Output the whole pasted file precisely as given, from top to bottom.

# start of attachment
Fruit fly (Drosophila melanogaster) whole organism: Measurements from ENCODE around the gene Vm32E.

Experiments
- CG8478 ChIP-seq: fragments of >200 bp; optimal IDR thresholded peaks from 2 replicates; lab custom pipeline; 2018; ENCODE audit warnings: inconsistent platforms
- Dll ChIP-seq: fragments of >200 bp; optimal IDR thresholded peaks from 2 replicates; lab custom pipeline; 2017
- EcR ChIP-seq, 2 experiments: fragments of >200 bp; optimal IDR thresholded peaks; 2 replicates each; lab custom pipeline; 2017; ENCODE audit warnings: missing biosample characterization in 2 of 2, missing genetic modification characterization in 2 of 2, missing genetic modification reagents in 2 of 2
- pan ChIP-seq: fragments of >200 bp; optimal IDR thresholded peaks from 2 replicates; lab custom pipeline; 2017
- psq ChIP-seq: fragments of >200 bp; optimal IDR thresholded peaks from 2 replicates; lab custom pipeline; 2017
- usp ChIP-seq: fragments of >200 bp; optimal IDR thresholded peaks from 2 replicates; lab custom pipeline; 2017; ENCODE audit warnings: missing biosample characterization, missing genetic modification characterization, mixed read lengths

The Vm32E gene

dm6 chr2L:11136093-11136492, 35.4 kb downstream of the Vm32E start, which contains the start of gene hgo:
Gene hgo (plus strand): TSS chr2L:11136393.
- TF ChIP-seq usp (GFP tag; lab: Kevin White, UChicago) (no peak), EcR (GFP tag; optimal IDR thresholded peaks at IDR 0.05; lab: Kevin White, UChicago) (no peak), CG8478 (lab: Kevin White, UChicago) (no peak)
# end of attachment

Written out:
Fruit fly (Drosophila melanogaster) whole organism: Measurements from ENCODE around the gene Vm32E.

Experiments
- CG8478 ChIP-seq: fragments of >200 bp; optimal IDR thresholded peaks from 2 replicates; lab custom pipeline; 2018; ENCODE audit warnings: inconsistent platforms
- Dll ChIP-seq: fragments of >200 bp; optimal IDR thresholded peaks from 2 replicates; lab custom pipeline; 2017
- EcR ChIP-seq, 2 experiments: fragments of >200 bp; optimal IDR thresholded peaks; 2 replicates each; lab custom pipeline; 2017; ENCODE audit warnings: missing biosample characterization in 2 of 2, missing genetic modification characterization in 2 of 2, missing genetic modification reagents in 2 of 2
- pan ChIP-seq: fragments of >200 bp; optimal IDR thresholded peaks from 2 replicates; lab custom pipeline; 2017
- psq ChIP-seq: fragments of >200 bp; optimal IDR thresholded peaks from 2 replicates; lab custom pipeline; 2017
- usp ChIP-seq: fragments of >200 bp; optimal IDR thresholded peaks from 2 replicates; lab custom pipeline; 2017; ENCODE audit warnings: missing biosample characterization, missing genetic modification characterization, mixed read lengths

The Vm32E gene

dm6 chr2L:11136093-11136492, 35.4 kb downstream of the Vm32E start, which contains the start of gene hgo:
Gene hgo (plus strand): TSS chr2L:11136393.
- TF ChIP-seq usp (GFP tag; lab: Kevin White, UChicago) (no peak), EcR (GFP tag; optimal IDR thresholded peaks at IDR 0.05; lab: Kevin White, UChicago) (no peak), CG8478 (lab: Kevin White, UChicago) (no peak)